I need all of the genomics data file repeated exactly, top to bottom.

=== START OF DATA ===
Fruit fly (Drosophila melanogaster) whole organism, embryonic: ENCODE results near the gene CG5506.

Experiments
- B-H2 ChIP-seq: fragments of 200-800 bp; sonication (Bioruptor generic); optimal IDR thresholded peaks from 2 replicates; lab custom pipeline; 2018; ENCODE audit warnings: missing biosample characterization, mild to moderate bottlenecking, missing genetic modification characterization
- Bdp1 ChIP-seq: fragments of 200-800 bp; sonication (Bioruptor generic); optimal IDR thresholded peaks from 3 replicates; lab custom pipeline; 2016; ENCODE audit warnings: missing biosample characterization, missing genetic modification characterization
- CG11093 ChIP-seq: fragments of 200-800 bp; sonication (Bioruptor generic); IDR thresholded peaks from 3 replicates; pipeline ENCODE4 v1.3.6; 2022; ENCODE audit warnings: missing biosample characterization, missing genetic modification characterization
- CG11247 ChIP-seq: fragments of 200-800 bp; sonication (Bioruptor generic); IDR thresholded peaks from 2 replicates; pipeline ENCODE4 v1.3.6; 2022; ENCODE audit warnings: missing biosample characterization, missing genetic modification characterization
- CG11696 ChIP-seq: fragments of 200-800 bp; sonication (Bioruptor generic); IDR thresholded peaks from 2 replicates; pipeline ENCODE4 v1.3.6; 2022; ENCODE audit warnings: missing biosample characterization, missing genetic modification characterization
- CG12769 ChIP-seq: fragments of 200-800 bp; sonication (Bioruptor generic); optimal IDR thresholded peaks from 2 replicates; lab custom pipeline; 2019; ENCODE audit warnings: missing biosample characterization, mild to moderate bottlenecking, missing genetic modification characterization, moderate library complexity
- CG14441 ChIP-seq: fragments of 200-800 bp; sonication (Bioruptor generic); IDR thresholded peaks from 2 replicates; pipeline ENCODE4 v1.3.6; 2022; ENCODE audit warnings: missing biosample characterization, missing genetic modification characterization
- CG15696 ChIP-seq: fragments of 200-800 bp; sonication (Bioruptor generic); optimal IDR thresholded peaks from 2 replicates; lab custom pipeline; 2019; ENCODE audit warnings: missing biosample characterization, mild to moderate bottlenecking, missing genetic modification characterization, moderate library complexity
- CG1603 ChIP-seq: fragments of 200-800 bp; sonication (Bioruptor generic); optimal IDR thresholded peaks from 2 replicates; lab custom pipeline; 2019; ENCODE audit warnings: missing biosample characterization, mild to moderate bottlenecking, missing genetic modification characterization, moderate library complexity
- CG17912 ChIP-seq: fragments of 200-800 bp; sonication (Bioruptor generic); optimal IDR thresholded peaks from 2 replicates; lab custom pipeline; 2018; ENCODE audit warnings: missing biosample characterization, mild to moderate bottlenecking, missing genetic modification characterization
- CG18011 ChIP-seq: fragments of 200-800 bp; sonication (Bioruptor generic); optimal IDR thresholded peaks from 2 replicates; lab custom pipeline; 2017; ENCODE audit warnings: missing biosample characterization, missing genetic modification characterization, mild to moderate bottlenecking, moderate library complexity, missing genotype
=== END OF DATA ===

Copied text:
Fruit fly (Drosophila melanogaster) whole organism, embryonic: ENCODE results near the gene CG5506.

Experiments
- B-H2 ChIP-seq: fragments of 200-800 bp; sonication (Bioruptor generic); optimal IDR thresholded peaks from 2 replicates; lab custom pipeline; 2018; ENCODE audit warnings: missing biosample characterization, mild to moderate bottlenecking, missing genetic modification characterization
- Bdp1 ChIP-seq: fragments of 200-800 bp; sonication (Bioruptor generic); optimal IDR thresholded peaks from 3 replicates; lab custom pipeline; 2016; ENCODE audit warnings: missing biosample characterization, missing genetic modification characterization
- CG11093 ChIP-seq: fragments of 200-800 bp; sonication (Bioruptor generic); IDR thresholded peaks from 3 replicates; pipeline ENCODE4 v1.3.6; 2022; ENCODE audit warnings: missing biosample characterization, missing genetic modification characterization
- CG11247 ChIP-seq: fragments of 200-800 bp; sonication (Bioruptor generic); IDR thresholded peaks from 2 replicates; pipeline ENCODE4 v1.3.6; 2022; ENCODE audit warnings: missing biosample characterization, missing genetic modification characterization
- CG11696 ChIP-seq: fragments of 200-800 bp; sonication (Bioruptor generic); IDR thresholded peaks from 2 replicates; pipeline ENCODE4 v1.3.6; 2022; ENCODE audit warnings: missing biosample characterization, missing genetic modification characterization
- CG12769 ChIP-seq: fragments of 200-800 bp; sonication (Bioruptor generic); optimal IDR thresholded peaks from 2 replicates; lab custom pipeline; 2019; ENCODE audit warnings: missing biosample characterization, mild to moderate bottlenecking, missing genetic modification characterization, moderate library complexity
- CG14441 ChIP-seq: fragments of 200-800 bp; sonication (Bioruptor generic); IDR thresholded peaks from 2 replicates; pipeline ENCODE4 v1.3.6; 2022; ENCODE audit warnings: missing biosample characterization, missing genetic modification characterization
- CG15696 ChIP-seq: fragments of 200-800 bp; sonication (Bioruptor generic); optimal IDR thresholded peaks from 2 replicates; lab custom pipeline; 2019; ENCODE audit warnings: missing biosample characterization, mild to moderate bottlenecking, missing genetic modification characterization, moderate library complexity
- CG1603 ChIP-seq: fragments of 200-800 bp; sonication (Bioruptor generic); optimal IDR thresholded peaks from 2 replicates; lab custom pipeline; 2019; ENCODE audit warnings: missing biosample characterization, mild to moderate bottlenecking, missing genetic modification characterization, moderate library complexity
- CG17912 ChIP-seq: fragments of 200-800 bp; sonication (Bioruptor generic); optimal IDR thresholded peaks from 2 replicates; lab custom pipeline; 2018; ENCODE audit warnings: missing biosample characterization, mild to moderate bottlenecking, missing genetic modification characterization
- CG18011 ChIP-seq: fragments of 200-800 bp; sonication (Bioruptor generic); optimal IDR thresholded peaks from 2 replicates; lab custom pipeline; 2017; ENCODE audit warnings: missing biosample characterization, missing genetic modification characterization, mild to moderate bottlenecking, moderate library complexity, missing genotype